Discussion surrounding advanced manufacturing reveals the struggle many companies have with mountains of data and the challenge of turning this resource into actionable information. More responsive data analytics is needed for production line operators as enterprises move past rote operator duties and focus more on exception-based routines.
The good news is that the food and beverage industry is taking action. In PMMI’s 2017 Trends in Food Processing Operations, predictive maintenance is being used by 64 percent of the 150 respondents. During a recent food and beverage panel discussion at the Manufacturing in America (MiA) conference, Dave Greenfield, director of content/editor-in-chief at Automation World, said, “Food, beverage and consumer packaged goods companies want to manage, analyze and transfer data from all of their equipment in all of their locations. They want a more holistic and historical, as well as a real-time, predictive view of what’s going on in their operations and plants on an enterprisewide basis.”
The panel discussion also included Cameron Cane, president of turnkey brewing equipment company Deutsche Beverage Technology. “One thing that we see with craft brewers is the move to increase output without having to [station more] people at their process or double the size of their plant,” said Cane. “They like to automate processes as much as possible.”
Deutsche Beverage provides remote monitoring of equipment and IT services for brewers by sending components and tags and rewriting software fixes as needed. For its customers, there’s no information technology/operations technology (IT/OT) debate due to smaller brewery staffs and the need for quick analytics.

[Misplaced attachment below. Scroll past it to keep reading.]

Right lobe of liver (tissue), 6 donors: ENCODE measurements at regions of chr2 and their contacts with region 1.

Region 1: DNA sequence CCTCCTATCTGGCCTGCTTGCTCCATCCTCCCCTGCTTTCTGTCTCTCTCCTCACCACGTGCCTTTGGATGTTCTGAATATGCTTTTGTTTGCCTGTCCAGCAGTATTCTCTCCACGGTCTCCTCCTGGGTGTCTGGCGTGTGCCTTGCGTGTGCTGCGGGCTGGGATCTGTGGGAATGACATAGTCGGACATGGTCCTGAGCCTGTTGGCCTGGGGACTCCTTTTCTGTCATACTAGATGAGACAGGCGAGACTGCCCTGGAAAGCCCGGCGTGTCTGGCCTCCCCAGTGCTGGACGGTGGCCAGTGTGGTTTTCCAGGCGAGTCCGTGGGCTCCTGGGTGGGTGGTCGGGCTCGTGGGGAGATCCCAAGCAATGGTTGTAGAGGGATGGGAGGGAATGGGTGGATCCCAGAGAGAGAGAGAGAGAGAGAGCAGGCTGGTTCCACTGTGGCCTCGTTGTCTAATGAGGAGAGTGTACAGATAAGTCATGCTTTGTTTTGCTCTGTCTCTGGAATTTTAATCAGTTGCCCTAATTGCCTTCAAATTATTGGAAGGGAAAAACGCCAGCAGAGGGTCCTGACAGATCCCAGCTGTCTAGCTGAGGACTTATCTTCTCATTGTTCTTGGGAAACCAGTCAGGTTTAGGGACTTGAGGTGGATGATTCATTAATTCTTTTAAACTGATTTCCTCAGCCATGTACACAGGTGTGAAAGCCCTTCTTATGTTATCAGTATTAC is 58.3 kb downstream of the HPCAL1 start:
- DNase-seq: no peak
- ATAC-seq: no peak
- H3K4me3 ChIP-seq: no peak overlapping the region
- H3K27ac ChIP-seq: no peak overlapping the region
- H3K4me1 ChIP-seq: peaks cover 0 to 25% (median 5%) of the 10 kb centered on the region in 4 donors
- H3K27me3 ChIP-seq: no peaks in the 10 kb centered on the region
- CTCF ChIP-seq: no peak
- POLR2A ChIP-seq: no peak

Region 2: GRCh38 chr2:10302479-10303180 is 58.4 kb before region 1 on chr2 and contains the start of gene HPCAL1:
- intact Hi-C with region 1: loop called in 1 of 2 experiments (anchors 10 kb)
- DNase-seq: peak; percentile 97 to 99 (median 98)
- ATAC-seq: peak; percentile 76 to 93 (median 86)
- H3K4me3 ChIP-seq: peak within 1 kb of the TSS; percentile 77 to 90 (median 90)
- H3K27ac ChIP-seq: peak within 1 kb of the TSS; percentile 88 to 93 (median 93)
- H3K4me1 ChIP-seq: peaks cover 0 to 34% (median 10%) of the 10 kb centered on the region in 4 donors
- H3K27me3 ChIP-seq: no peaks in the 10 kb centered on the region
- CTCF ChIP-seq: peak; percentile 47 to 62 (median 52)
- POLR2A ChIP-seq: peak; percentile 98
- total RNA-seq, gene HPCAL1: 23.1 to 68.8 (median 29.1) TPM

“We can remotely log into their systems and access our engineering resources more efficiently to diagnose issues and add new equipment to their location without ever having to show up,” said Cane.
A related trend is value-added services from original equipment manufacturers (OEMs). OEMs are moving forward in this Industrial Internet of Things (IIoT) era by providing more services, be it partnering with a cloud analytics company, working with the end users, or creating more responsive operator and maintenance troubleshooting. Tetra Pak unveiled its augmented-reality service concept in 2017.
“Last year, we partnered with Microsoft on HoloLens, mixed with reality headsets, and are revolutionizing our diagnosis and resolution service,” says IIka Dunder, digitalization director at Tetra Pak Service. “Our model includes a Tetra Pak engineer at the manufacturer’s site and then a remote specialist, and both can see the machine in real time.”
Tetra Pak says its customers are using increasingly complicated equipment to ensure consistent food safety and quality, and machine issues have become significantly more complex for the engineer to manage.
“In previous years, a machine issue that required specialist knowledge would have the on-site Tetra Pack engineer connect with a specialist via phone, email or wait for them to travel long distances to resolve this issue,” says Dunder. A recent example cited by Dunder reveals field service engineers at a dairy producer, where they were struggling with distribution equipment on a filling line. With the Tetra Pak service engineers using the HoloLens headset technology, an off-site specialist was able to identify the defective parts in a time-expedient manner.
Tetra Pak piloted the service in 2017 with 50 HoloLens devices in the Middle East, Europe and Americas, with a broader expansion of this program underway now.
Many food and beverage companies are taking the plunge with digitization projects, and more are sure to come as better traceability, unit-of-one consumer demands and, of course, production line optimization drives enterprises in 2018.